While Indian government remains silent:

A reply by the Hindustan Times to WSWS campaign in defence of filmmaker Deepa Mehta

By Linda Tenenbaum
19 May 2000

Neither Indian Prime Minister Atal Bihari Vajpayee nor Uttar Pradesh Chief Minister Pradesh Shri Ram Prakash Gupta have made any reply to the statements of protest sent to them by supporters of Indian-born filmmaker Deepa Mehta during the past three months.

Prominent filmmakers Ken Loach and Mohsen Makhmalbaf have joined with scores of artists, filmmakers and intellectuals from around the world to express their opposition to the suppression of Mehta's right to artistic freedom.

Mehta was forced to suspend production of her new film Water after the set was destroyed in late January by Hindu extremists aligned with members of the Uttar Pradesh state government, which is led by the Bharatiya Janatha Party (BJP). Claiming the film, which deals with the plight of impoverished Indian widows, was anti-Hindu, the thugs caused more than $650,000 damage.

On February 6, Mehta withdrew from Uttar Pradesh after the government blamed her for civil disorder. When governments in West Bengal and Madhya Pradesh expressed interest in having the film made in their states, the Hindu fundamentalists shifted their approach. First they accused Mehta of plagiarism to blacken her name and destroy her credibility, then attacked the film script for being not anti-Hindu but “anti-Gandhi”. This was aimed at whipping up animosity towards the film in areas such as Madhya Pradesh that are dominated by the Congress Party.

Mehta has taken a public stand against these attacks, refusing to bow to intimidation and initiating court action against the charges of plagiarism.

Her insistence upon proceeding with the film, and the public statements supporting her, have further enraged the religious extremists. While the BJP-led national government has chosen to remain silent, a response has been forthcoming from another quarter. The Hindustan Times, the major daily newspaper produced in the Indian capital New Delhi, published a scurrilous article on May 3 attacking both Mehta and the World Socialist Web Site, (WSWS) which has organised the international campaign in her defence.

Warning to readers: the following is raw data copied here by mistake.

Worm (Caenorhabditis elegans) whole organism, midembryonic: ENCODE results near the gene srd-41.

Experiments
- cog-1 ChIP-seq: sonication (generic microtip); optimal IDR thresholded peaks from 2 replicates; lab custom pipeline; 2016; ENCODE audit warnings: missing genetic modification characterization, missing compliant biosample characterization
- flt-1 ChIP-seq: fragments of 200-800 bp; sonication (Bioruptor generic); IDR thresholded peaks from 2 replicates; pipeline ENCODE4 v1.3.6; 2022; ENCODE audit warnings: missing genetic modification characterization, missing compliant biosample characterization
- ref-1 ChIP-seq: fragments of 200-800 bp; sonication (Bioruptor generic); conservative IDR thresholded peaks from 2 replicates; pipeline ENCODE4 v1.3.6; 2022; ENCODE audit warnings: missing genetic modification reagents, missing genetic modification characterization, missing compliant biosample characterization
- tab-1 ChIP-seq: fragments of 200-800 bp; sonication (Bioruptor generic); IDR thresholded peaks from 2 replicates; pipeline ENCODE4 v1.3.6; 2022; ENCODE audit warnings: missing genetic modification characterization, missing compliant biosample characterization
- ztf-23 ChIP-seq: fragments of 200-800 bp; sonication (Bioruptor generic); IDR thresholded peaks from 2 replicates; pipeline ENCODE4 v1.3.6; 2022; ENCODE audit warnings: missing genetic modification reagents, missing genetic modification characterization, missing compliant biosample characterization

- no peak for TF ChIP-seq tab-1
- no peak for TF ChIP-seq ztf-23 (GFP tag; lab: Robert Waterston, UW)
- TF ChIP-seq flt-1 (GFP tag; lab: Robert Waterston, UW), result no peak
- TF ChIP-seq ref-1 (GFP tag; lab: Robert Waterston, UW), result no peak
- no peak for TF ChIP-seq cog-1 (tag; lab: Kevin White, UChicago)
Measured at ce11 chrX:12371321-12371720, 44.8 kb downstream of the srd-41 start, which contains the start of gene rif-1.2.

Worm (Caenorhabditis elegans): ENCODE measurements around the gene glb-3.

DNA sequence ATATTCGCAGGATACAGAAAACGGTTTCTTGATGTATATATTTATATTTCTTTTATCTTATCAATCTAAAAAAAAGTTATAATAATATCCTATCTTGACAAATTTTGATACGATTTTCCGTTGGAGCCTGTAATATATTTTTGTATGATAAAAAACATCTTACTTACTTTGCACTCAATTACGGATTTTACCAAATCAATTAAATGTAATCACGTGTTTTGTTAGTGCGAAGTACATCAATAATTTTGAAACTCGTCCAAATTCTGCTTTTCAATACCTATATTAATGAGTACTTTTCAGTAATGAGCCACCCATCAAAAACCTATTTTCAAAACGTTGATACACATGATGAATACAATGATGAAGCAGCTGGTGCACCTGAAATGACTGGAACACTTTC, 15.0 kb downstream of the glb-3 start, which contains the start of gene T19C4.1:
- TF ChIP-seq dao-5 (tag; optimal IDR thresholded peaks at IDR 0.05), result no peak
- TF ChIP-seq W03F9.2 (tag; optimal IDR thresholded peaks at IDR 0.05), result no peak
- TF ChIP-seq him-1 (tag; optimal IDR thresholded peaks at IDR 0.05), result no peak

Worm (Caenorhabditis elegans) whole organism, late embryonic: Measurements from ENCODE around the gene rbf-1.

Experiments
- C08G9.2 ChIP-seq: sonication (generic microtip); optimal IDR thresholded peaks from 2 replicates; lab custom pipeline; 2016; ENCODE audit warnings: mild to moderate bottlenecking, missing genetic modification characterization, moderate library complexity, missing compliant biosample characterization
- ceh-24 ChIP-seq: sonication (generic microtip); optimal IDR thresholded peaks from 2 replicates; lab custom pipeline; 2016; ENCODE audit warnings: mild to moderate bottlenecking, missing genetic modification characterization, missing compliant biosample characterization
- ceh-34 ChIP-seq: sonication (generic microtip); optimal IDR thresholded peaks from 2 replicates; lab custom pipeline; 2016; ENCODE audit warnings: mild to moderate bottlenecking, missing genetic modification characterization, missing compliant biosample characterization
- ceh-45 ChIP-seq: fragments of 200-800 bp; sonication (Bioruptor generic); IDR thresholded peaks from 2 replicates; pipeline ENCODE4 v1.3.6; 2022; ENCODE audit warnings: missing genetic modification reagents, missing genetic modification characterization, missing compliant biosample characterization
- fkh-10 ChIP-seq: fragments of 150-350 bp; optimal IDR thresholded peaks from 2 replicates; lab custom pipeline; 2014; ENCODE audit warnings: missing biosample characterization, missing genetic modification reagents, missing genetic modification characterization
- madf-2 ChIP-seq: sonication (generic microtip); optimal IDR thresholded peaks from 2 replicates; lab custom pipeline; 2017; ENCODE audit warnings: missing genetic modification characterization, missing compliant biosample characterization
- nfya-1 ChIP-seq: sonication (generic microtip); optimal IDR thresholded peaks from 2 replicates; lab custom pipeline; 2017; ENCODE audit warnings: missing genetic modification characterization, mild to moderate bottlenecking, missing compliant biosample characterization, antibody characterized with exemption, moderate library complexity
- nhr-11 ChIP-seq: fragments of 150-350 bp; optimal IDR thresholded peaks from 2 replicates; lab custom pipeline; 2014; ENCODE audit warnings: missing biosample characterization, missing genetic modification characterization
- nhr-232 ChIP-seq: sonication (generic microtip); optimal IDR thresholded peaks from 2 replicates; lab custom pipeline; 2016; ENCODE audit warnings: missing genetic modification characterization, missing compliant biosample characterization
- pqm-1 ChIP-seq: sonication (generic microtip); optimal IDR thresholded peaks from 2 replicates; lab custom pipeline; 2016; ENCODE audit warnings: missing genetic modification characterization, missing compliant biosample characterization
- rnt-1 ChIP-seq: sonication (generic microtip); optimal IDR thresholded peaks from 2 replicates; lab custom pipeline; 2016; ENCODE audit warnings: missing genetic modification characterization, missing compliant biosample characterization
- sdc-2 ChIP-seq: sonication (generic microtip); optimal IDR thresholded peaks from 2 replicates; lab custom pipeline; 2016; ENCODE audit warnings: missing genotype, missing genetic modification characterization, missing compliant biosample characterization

Entitled “Water-scarred Deepa Mehta spews fire” the front-page article likens Mehta to “an India-basher in Pakistan” and accuses the WSWS of “exhort[ing] visitors to post hate-India letters” to the Prime Minister and Uttar Pradesh Chief Minister.

The writer, Archis Mohan, pointedly describes Mehta, who now lives in Canada, as “Canadian”. He says nothing about the physical violence conducted against her film set in Uttar Pradesh, or about the hysterical campaign waged to prevent her filming elsewhere. In a blatant apologia for the Hindu fundamentalists he refers instead to “public angst against the shooting of Water” and implies that Mehta is somewhat deranged for coming to the conclusion that she has been fighting a huge conspiracy.

The article includes the full website address of the WSWS and is accompanied by a cartoon of a wild-eyed Mehta carrying a briefcase marked “Fire & Brimstone”.

Designed to foment further extremist bigotry towards Mehta, the article appears to have succeeded. On the day it was published and the next, May 3 and 4, the World Socialist Web Site received a spate of hostile e-mails denouncing Mehta in racialist and nationalist terms.

One fumed: “Deepa should have been charged by the police and locked up. Her movies and her travelling should be banned in India. She has brought all the Indians ONLY shame via her movies portraying India and Indians as beggers (sic), poor and socially backward, so that she can make a few bucks in the name of art.” She was a Hindu, “but a rotten one”, the writer concluded.